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Need MD5 hash for an in memory System.Drawing.Image

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Where are you stuck? It's relatively straightforward. –  µBio Aug 4 '10 at 22:20
The title doesn't say it all... why do you need a hash? Does it need to be identical to the hash of an equivalent on-disk file? Presumably you're going to be comparing the hash to something at some point... –  JaredReisinger Aug 4 '10 at 22:24
@Jared - uploadscreenshot.com/api-documentation#variables Now, you know what I know: I have a System.Drawing.Image in memory and need to send an MD5 hash of the Image object to that API. –  Ronnie Overby Aug 4 '10 at 23:42
Okay... so the API should really call it the "MD5 hash of the file being uploaded", rather than of the image. You'll have to serialize the image (to a stream or file) to POST it anyway, so that's the data that you'll need to hash, using almost any of the answers below. –  JaredReisinger Aug 5 '10 at 1:25

3 Answers 3

up vote 3 down vote accepted

Here is a basic snippet. See also @JaredReisinger 's comment for some questions.

using System.Security.Cryptography;
using System.Text;
using System.Drawing.Imaging;
// ...

// get the bytes from the image
byte[] bytes = null;
using( MemoryStream ms = new MemoryStream() )
    image.Save(ms,ImageFormat.Gif); // gif for example
    bytes =  ms.ToArray();

// hash the bytes
MD5CryptoServiceProvider md5 = new MD5CryptoServiceProvider();
byte[] hash = md5.ComputeHash(bytes);

// make a hex string of the hash for display or whatever
StringBuilder sb = new StringBuilder();
foreach (byte b in hash)
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Shouldn't that read foreach (byte b in hash)? –  0xA3 Aug 4 '10 at 22:32
oops, thanks :) –  µBio Aug 4 '10 at 22:36
Thanks for just answering the question and not spending all of your energy worrying about why I need to know. I wish that more people on SO were more like you. Also, you can avoid the StringBuilder and foreach loop. See my answer. –  Ronnie Overby Aug 5 '10 at 0:10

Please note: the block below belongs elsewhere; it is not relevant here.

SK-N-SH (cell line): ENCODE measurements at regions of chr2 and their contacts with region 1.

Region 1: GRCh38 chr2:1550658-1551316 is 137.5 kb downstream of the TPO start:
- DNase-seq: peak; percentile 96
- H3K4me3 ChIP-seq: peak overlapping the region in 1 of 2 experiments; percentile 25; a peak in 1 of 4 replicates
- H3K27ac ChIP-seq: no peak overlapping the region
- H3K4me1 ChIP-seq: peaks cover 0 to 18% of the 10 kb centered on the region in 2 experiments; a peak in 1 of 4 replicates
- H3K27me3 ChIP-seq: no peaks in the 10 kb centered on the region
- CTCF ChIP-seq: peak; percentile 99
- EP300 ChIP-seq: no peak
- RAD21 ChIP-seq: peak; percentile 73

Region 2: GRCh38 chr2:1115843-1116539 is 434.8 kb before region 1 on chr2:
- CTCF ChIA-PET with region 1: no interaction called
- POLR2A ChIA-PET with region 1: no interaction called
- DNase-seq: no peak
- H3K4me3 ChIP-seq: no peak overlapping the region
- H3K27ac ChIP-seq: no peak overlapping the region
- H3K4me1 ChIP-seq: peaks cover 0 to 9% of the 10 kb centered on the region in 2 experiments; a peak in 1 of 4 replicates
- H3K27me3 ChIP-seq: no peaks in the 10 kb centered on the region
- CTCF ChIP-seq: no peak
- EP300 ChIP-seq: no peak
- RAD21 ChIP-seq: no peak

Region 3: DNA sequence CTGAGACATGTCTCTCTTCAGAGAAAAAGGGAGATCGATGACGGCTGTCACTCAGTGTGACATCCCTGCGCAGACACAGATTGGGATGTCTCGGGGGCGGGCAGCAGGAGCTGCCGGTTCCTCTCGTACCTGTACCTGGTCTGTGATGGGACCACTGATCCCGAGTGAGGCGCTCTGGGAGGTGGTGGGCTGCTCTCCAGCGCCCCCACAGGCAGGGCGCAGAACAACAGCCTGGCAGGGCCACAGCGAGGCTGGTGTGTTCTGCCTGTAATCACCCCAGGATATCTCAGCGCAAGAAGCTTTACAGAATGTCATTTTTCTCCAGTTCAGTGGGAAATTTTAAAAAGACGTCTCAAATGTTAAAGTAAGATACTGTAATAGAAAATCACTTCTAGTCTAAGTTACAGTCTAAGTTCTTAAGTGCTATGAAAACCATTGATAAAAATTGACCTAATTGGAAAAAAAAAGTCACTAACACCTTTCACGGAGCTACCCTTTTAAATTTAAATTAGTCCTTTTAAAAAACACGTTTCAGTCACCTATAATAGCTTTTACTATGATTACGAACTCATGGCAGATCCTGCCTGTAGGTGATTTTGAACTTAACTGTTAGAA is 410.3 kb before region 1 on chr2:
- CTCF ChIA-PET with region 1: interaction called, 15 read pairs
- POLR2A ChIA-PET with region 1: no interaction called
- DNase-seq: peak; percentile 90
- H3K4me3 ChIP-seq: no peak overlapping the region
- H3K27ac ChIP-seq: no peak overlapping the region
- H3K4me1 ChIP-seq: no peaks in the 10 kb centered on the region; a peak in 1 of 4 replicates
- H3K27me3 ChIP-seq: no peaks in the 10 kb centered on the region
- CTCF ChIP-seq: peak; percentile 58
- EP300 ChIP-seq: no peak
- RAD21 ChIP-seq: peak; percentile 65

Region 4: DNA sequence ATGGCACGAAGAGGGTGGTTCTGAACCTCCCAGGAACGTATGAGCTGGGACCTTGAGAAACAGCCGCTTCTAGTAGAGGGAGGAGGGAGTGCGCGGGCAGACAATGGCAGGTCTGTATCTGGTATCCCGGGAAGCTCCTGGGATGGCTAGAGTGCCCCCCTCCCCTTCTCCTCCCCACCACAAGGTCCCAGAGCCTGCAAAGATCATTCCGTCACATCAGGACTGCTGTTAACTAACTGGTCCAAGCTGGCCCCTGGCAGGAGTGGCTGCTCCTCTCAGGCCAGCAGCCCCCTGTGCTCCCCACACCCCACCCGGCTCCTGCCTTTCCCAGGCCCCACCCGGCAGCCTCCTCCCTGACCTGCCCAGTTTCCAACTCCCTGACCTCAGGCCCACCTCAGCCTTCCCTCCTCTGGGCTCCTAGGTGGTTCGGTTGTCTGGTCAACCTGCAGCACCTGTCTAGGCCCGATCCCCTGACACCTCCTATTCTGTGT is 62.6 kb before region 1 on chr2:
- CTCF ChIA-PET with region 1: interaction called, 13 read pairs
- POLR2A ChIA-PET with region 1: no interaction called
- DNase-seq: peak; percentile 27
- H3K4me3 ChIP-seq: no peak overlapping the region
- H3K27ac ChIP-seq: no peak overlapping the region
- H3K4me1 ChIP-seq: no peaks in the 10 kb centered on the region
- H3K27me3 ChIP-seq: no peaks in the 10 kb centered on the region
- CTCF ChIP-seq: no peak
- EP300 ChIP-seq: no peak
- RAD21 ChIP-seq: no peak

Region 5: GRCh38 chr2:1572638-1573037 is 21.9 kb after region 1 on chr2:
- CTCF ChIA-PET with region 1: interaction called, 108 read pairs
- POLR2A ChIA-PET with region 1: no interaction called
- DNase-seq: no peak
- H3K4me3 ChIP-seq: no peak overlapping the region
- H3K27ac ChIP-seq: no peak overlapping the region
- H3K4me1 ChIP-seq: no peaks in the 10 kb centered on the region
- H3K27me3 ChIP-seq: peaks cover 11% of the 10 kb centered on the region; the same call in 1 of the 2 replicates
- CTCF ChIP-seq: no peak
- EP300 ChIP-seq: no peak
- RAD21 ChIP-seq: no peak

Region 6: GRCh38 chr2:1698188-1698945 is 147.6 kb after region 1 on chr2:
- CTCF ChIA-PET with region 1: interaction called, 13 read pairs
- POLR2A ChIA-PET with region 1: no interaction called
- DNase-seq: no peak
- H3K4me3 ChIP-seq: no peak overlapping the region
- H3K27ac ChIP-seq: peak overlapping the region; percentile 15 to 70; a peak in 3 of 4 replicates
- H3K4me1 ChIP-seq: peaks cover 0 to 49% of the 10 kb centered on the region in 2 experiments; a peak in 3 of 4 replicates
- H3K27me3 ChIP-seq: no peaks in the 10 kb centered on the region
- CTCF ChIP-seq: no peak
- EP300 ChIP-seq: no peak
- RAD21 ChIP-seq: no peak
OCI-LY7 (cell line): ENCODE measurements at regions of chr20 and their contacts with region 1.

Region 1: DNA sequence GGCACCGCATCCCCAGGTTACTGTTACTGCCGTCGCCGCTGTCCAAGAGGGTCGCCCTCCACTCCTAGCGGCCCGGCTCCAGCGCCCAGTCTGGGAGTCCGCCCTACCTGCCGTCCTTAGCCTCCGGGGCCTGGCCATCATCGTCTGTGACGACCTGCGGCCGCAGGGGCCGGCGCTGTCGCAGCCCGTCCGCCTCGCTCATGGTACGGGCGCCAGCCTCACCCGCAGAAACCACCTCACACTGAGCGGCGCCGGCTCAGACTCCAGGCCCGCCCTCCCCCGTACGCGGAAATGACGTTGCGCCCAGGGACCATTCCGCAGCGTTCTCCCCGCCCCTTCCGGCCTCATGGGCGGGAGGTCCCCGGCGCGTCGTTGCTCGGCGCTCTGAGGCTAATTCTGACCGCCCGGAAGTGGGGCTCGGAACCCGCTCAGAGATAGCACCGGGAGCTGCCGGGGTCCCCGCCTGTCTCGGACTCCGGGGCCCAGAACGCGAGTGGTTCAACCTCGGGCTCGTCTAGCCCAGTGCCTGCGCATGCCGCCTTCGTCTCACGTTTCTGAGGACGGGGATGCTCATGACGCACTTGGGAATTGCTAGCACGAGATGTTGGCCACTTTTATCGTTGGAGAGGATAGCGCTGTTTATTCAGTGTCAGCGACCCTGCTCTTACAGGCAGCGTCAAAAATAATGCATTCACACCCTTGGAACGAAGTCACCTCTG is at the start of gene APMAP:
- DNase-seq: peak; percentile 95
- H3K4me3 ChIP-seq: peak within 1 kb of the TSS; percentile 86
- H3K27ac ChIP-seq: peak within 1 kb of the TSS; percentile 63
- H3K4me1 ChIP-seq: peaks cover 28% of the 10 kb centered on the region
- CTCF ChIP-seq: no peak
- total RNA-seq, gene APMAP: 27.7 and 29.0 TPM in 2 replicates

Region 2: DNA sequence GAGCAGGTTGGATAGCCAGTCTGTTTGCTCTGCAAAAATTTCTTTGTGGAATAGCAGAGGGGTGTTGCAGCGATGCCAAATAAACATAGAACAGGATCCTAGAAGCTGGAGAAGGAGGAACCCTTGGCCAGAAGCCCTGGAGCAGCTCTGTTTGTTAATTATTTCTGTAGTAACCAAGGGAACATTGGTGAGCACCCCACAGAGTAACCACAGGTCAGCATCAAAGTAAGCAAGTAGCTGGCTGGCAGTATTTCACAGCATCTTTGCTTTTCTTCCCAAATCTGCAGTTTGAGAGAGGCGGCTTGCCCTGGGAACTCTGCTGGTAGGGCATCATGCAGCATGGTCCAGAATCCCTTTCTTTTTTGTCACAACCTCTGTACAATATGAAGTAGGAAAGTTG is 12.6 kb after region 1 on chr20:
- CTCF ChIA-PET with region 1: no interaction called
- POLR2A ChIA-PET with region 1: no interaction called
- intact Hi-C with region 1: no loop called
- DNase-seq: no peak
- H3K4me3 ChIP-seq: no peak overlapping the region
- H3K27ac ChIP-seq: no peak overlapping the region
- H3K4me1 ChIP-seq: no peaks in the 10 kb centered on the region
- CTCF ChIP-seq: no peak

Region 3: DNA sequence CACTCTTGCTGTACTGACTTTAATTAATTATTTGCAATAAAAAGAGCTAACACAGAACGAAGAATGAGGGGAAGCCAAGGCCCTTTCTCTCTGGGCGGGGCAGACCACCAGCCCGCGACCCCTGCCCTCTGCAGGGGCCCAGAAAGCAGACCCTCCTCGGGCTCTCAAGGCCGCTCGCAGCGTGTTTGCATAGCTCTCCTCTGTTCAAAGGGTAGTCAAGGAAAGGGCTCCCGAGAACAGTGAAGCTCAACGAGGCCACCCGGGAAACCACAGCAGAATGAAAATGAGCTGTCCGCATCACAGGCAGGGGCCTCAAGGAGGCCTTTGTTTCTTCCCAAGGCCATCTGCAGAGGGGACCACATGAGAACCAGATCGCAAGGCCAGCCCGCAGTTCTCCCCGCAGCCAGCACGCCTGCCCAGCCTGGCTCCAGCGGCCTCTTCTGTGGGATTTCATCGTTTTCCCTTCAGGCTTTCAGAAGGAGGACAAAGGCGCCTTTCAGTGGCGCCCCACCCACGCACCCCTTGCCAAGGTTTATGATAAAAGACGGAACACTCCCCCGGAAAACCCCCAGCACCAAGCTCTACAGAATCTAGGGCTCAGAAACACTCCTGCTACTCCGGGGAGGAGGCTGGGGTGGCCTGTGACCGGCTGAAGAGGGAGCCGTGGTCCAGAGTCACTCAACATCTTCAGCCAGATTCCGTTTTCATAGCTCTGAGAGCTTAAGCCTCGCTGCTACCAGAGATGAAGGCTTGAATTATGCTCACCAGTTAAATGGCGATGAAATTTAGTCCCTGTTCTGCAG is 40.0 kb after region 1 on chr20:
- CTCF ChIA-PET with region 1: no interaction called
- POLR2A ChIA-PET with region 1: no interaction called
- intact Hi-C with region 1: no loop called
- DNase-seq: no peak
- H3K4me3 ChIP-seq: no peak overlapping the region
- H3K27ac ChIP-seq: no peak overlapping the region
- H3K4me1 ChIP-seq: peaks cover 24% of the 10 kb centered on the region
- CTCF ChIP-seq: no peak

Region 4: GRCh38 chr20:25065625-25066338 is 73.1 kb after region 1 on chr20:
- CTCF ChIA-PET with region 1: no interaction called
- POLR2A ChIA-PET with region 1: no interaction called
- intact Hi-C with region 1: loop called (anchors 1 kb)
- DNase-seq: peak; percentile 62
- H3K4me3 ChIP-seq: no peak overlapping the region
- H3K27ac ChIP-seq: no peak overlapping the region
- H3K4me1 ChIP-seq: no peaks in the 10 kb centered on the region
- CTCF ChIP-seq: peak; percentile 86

The bad thing about this approach is that image.Save() does not provide uniform result, i.e. hashes are just different if image is created programmatically (two absolutely identical instances are created using Graphics.FromImage and painting a few lines). –  olegz Jun 13 '12 at 3:13

A simple sample, based on the sample in MSDN; note that this hash is dependent on the internal representation of the image and will not correspond to the hash created from a file.

using System.Drawing;
using System.Drawing.Imaging;
using System.IO;
using System.Security.Cryptography;
using System.Text;

class Program
    static string getMd5Hash(byte[] buffer)
        MD5 md5Hasher = MD5.Create();

        byte[] data = md5Hasher.ComputeHash(buffer);

        StringBuilder sBuilder = new StringBuilder();
        for (int i = 0; i < data.Length; i++)
        return sBuilder.ToString();

    static byte[] imageToByteArray(Image image)
        MemoryStream ms = new MemoryStream();
        image.Save(ms, ImageFormat.Bmp);
        return ms.ToArray();

    static void Main(string[] args)
        Image image = Image.FromFile(@"C:\tmp\Jellyfish.jpg");
        byte[] buffer = imageToByteArray(image);
        string md5 = getMd5Hash(buffer);

To be able to use the MD5 class you need to add a reference to System.Security.

Depending on what you are going to use the hash for you should consider the fact that MD5 is no longer state of the art and that there are better hash functions available if you need a strong hash.

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I have to say this is nicely put together .... on que with what the textbooks teach also for exam takers. –  IbrarMumtaz Aug 5 '10 at 0:35

Thanks to the other fellows who answered. Here's what I ended up doing:

MemoryStream ms = new MemoryStream()
image.Save(ms, ImageFormat.Png);
byte[] imgBytes = ms.ToArray();

MD5CryptoServiceProvider md5 = new MD5CryptoServiceProvider();
byte[] hash = md5.ComputeHash(imgBytes);
string imageMD5 = BitConverter.ToString(hash).Replace("-", "").ToLower();
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